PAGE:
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Laser diode-based ultrafast crosslinking of cell-encapsulated gelatin methacrylate hydrogels Wang, Zongjie; Jin, Xian; Dai, Ru; Samanipour, Roya; Boddeda, Akash; Holzman, Jonathan F.; Kim, Keekyoung Mar 30, 2016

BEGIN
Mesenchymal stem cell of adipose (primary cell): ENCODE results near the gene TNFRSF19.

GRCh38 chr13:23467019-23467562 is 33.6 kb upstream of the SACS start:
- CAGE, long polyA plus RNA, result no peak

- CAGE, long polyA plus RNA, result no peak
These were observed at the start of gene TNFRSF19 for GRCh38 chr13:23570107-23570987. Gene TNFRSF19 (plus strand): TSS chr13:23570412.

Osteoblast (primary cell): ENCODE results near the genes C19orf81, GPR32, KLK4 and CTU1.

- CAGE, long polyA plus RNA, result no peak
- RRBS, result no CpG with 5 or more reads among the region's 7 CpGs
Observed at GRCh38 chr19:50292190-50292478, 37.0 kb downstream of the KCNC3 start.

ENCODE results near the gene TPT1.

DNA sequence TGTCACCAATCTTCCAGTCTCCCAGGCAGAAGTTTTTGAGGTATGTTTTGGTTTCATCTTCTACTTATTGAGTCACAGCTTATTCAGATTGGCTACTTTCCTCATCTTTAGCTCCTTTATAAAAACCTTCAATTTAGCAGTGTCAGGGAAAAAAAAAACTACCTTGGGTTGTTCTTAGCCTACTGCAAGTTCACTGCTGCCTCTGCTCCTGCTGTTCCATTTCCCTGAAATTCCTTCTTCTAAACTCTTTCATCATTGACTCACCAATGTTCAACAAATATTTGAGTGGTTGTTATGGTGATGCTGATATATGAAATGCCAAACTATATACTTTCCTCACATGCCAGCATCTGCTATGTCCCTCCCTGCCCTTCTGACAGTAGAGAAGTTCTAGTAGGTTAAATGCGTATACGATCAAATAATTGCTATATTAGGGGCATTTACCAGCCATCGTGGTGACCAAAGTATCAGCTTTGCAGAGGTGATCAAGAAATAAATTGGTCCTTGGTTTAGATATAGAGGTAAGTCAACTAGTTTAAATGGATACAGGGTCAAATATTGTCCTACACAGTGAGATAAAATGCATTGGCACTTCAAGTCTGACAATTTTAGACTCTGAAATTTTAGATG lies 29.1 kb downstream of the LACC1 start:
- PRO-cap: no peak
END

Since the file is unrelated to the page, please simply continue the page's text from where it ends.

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For submission to the World Biomaterial Congress 2016  Laser diode-based ultrafast crosslinking of cell-encapsulated  gelatin methacrylate hydrogels  Zongjie Wang1, Xian Jin1, Ru Dai1, 2, Roya Samanipour1, Akash Boddeda1, 3, Jonathan Holzman1, and Keekyoung Kim1,*  1 School of Engineering, The University of British Columbia, Kelowna, BC, V1V 1V7, Canada. 2 West China Hospital, West China Medical School, Sichuan University, Chengdu 610041, China 3 Department of Mechanical Engineering, Indian Institute of Technology Guwahati, Guwahati, Assam, 781039, India  *Corresponding author, Dr. Keekyoung Kim,  Introduction The photo-crosslinking hydrogels are widely used in tissue engineering. The shorter crosslinking time results in the higher cell viability and functionality and the more accurate structure for desired scaffolds. However, the photo-crosslinking time of hydrogels is normally tens of seconds under the high-intensity light source and a few minutes with a low-intensity. We present an ultrafast photo-crosslinking method for gelatin methacrylate (GelMA) hydrogel using an inexpensive laser diode. The crosslinking process has been completed within ten seconds and the cell viabilities at day 0 and day 4 were around 90%.  Materials and Methods 10% w/v GelMA [1] and 1% w/v VA-086 photoinitiator (Wako Chem. Ltd., Osaka, Japan) were dissolved in phosphate-buffered saline (PBS). NIH 3T3 cells were cultured in Dulbecco's Modified Eagle Medium (DMEM) with 10% fetal bovine serum and 1% penicillin streptomycin (All from Life Technologies, Carlsbad, CA, USA) at 37ºC and 5% CO2. A laser diode with 405 nm wavelength and 300 mW power was purchased from an online sotre. The laser diode was placed 10 cm away from a well plate and supplied by a DC power source with 2 V and 1 A as shown in Figure 1. Before crosslinking, 8 x 106 cells/mL cells were mixed with the GelMA prepolymer solutions. 1 mL of GelMA prepolymer solution with cells were added to each well and illuminated by the laser for 10 seconds. The crosslinked samples were washed three times with PBS and fresh DMEM media was added for culturing. To measure cell viability at day 0 and day 4, crosslinked samples were treated with Live/Dead cell viability assay (Biotium, Hayward, CA, USA) for 30 minutes. Cell viability was accessed by the fluorescent confocal microscope (FV1000, Olympus, Tokyo, Japan).   Results and Discussion Figure 2A and 2B shows the fluorescent images of cells in the crosslinked GelMA hydrogels at day 0 and day 4. Cells were successfully encapsulated in the GelMA within 10 seconds. Figure 2C shows the result of cell viability analysis. The cell viability is very high till day 4, and most of the cells were attached, demonstrating that the developed technique is capable of crosslinkng hydrogel faster than any other conventional techniques and is biocompatible for a variety of tissue engineering applicatios.  For submission to the World Biomaterial Congress 2016  Conclusion In this abstract, we present a rapid photo-crosslinking technique, which can crosslink cell-laden hydrogel in ten seconds. The fluorescent images of a cell viability assay prove the around 90% of viability 4 days after the laser-based crosslinking of GelMA. This inexpensive crosslinking method has great potential in the rapid fabrication of micro and nano structures of hydrogels for bioprinting and tissue engineering. References [1] Nichol JW, Koshy ST, Bae H, Hwang CM, Yamanlar S, Khademhosseini A. Cell-laden microengineered gelatin methacrylate hydrogels. Biomaterials 2010;31:5536–44. doi:10.1016/j.biomaterials.2010.03.064.  Figures                 Figure 1. System setup (A) Schematic and (B) Photo of the simple laser crosslinking system            Figure 2. Cell viability analysis. (A) and (B): Fluorescent images of the laser crosslinked cell laden GelMA at (A) day 0 and (B) day 4. (Scale bar: 100 µm) (C) Cell viability at day 0 and day 4.  


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